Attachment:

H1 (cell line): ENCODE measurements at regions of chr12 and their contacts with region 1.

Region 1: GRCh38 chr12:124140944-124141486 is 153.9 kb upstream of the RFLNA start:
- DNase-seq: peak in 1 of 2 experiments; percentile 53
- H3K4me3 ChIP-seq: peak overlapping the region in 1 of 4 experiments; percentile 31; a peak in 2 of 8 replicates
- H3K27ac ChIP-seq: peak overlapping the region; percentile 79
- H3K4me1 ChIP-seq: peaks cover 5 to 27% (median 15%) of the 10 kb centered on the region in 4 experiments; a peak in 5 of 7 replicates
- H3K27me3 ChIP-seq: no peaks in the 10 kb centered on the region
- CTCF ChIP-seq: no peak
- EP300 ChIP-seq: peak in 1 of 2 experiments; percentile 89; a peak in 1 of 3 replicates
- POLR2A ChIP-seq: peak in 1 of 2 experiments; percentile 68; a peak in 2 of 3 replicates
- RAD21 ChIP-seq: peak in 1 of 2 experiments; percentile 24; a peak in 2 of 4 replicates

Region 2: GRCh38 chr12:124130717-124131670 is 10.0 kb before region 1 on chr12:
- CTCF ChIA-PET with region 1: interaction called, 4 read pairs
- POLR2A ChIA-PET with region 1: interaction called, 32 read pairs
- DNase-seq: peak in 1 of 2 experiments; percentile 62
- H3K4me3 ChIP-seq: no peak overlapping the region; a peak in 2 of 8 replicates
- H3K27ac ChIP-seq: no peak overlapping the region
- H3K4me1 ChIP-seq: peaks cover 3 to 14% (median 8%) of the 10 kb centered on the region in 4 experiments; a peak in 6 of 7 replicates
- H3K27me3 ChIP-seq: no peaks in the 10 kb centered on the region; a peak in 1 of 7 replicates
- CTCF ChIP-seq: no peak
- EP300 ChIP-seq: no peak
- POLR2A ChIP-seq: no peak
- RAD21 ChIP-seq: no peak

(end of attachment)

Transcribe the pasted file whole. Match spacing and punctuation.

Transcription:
H1 (cell line): ENCODE measurements at regions of chr12 and their contacts with region 1.

Region 1: GRCh38 chr12:124140944-124141486 is 153.9 kb upstream of the RFLNA start:
- DNase-seq: peak in 1 of 2 experiments; percentile 53
- H3K4me3 ChIP-seq: peak overlapping the region in 1 of 4 experiments; percentile 31; a peak in 2 of 8 replicates
- H3K27ac ChIP-seq: peak overlapping the region; percentile 79
- H3K4me1 ChIP-seq: peaks cover 5 to 27% (median 15%) of the 10 kb centered on the region in 4 experiments; a peak in 5 of 7 replicates
- H3K27me3 ChIP-seq: no peaks in the 10 kb centered on the region
- CTCF ChIP-seq: no peak
- EP300 ChIP-seq: peak in 1 of 2 experiments; percentile 89; a peak in 1 of 3 replicates
- POLR2A ChIP-seq: peak in 1 of 2 experiments; percentile 68; a peak in 2 of 3 replicates
- RAD21 ChIP-seq: peak in 1 of 2 experiments; percentile 24; a peak in 2 of 4 replicates

Region 2: GRCh38 chr12:124130717-124131670 is 10.0 kb before region 1 on chr12:
- CTCF ChIA-PET with region 1: interaction called, 4 read pairs
- POLR2A ChIA-PET with region 1: interaction called, 32 read pairs
- DNase-seq: peak in 1 of 2 experiments; percentile 62
- H3K4me3 ChIP-seq: no peak overlapping the region; a peak in 2 of 8 replicates
- H3K27ac ChIP-seq: no peak overlapping the region
- H3K4me1 ChIP-seq: peaks cover 3 to 14% (median 8%) of the 10 kb centered on the region in 4 experiments; a peak in 6 of 7 replicates
- H3K27me3 ChIP-seq: no peaks in the 10 kb centered on the region; a peak in 1 of 7 replicates
- CTCF ChIP-seq: no peak
- EP300 ChIP-seq: no peak
- POLR2A ChIP-seq: no peak
- RAD21 ChIP-seq: no peak